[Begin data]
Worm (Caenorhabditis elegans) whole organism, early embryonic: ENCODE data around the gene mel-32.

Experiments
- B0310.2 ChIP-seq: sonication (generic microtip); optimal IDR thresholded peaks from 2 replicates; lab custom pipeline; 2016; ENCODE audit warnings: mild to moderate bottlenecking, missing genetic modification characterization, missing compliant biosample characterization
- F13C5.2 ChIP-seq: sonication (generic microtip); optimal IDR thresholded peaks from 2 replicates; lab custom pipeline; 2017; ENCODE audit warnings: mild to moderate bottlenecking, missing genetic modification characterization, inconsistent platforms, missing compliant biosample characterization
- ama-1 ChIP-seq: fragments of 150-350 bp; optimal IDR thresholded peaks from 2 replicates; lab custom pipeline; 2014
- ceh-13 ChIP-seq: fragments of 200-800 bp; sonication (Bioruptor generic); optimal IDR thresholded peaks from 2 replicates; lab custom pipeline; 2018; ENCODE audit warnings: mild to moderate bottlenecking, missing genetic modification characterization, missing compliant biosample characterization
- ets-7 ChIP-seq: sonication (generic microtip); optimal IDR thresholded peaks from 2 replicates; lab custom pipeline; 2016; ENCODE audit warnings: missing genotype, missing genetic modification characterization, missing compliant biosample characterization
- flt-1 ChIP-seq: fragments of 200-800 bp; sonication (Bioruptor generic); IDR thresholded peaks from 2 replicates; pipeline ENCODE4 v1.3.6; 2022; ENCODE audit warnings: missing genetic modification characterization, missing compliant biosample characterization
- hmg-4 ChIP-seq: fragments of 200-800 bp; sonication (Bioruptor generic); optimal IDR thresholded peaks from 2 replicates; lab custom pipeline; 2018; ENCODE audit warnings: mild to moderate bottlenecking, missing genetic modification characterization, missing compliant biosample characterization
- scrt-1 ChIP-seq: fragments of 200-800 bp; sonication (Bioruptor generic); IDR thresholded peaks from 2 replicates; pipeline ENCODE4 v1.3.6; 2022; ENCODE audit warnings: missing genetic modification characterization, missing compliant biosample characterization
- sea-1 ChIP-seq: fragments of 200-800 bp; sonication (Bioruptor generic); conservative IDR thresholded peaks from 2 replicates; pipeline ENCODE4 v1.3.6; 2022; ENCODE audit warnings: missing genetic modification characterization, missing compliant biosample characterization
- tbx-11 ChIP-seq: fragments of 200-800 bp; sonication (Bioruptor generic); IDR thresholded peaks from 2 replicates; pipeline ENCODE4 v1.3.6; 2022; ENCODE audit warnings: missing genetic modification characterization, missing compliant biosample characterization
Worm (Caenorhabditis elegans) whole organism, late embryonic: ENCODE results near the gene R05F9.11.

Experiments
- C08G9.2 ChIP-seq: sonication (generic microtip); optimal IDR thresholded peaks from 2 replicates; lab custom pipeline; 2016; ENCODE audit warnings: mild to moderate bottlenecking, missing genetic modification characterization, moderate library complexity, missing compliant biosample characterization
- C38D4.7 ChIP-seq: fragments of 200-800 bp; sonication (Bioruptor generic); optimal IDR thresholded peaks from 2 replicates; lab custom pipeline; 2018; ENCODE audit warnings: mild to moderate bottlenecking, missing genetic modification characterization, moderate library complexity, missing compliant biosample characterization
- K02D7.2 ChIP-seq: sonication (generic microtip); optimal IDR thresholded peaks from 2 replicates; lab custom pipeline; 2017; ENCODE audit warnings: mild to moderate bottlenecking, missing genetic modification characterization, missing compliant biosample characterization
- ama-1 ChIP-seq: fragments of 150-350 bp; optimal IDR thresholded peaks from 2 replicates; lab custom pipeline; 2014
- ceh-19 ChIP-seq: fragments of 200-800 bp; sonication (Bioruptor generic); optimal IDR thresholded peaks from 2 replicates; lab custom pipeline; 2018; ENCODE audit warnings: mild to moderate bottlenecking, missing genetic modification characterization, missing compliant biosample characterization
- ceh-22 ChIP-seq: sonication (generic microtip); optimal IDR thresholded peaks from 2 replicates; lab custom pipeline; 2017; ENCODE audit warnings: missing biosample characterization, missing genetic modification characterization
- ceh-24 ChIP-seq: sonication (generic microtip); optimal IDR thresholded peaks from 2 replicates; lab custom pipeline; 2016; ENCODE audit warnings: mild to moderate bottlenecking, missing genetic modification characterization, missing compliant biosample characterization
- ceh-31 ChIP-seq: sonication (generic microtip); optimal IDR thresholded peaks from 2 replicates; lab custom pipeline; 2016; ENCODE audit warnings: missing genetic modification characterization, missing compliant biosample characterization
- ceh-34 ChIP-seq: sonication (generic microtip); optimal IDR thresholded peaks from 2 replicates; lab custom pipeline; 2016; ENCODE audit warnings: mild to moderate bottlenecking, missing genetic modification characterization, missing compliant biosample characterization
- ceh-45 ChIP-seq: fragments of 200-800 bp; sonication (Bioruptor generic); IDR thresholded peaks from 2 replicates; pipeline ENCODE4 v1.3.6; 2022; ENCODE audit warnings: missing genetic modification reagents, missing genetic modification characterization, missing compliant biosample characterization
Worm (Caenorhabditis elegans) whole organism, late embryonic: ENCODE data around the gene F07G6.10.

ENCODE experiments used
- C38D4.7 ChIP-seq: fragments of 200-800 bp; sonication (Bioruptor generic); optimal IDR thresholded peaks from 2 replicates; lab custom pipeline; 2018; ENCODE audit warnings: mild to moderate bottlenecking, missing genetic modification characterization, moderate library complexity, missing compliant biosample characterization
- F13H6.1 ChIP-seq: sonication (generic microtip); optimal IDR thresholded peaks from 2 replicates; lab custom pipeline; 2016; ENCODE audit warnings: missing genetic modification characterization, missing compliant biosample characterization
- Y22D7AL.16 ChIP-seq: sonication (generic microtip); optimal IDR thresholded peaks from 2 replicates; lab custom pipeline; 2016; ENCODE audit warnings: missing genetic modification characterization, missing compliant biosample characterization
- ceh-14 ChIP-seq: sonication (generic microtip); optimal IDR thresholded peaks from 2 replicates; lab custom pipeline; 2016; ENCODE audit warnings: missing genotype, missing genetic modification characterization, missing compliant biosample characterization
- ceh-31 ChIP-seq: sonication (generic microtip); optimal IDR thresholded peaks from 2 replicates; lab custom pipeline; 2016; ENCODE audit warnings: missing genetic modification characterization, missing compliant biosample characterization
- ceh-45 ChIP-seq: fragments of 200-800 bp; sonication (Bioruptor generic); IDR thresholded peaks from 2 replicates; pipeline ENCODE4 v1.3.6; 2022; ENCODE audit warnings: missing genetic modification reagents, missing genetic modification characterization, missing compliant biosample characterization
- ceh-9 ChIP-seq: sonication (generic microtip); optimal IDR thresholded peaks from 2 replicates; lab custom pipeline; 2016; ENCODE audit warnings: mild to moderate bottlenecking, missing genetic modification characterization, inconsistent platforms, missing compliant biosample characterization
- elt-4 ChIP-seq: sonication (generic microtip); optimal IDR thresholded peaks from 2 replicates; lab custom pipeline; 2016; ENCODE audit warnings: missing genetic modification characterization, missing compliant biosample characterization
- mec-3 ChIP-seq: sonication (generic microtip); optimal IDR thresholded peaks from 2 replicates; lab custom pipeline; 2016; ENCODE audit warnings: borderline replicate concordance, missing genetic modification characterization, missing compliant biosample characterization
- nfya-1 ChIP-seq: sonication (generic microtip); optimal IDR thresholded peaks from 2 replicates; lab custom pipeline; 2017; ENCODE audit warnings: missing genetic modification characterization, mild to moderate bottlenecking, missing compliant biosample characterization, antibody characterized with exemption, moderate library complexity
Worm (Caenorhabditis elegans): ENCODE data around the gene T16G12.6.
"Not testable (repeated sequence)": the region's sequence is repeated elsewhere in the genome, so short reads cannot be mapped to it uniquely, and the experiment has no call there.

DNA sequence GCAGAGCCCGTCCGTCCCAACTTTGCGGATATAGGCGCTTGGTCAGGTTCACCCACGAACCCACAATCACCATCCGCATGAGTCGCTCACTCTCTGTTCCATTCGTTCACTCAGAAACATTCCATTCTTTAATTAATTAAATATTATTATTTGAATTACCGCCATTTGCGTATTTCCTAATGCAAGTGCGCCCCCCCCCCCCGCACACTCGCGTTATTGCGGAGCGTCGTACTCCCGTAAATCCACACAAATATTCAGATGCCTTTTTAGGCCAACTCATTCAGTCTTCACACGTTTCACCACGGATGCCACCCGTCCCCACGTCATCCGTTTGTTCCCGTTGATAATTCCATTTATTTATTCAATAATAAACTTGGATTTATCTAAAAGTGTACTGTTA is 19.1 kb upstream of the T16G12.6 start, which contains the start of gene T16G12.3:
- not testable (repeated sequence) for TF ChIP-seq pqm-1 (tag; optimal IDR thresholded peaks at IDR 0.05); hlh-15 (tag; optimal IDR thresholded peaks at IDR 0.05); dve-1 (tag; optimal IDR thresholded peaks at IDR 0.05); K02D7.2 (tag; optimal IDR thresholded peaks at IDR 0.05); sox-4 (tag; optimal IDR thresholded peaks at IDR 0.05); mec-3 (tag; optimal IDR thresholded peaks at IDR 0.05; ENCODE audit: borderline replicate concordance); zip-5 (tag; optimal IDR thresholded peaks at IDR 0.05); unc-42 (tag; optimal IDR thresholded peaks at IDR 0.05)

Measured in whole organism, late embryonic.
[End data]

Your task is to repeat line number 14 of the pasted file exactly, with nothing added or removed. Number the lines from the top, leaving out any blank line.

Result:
Experiments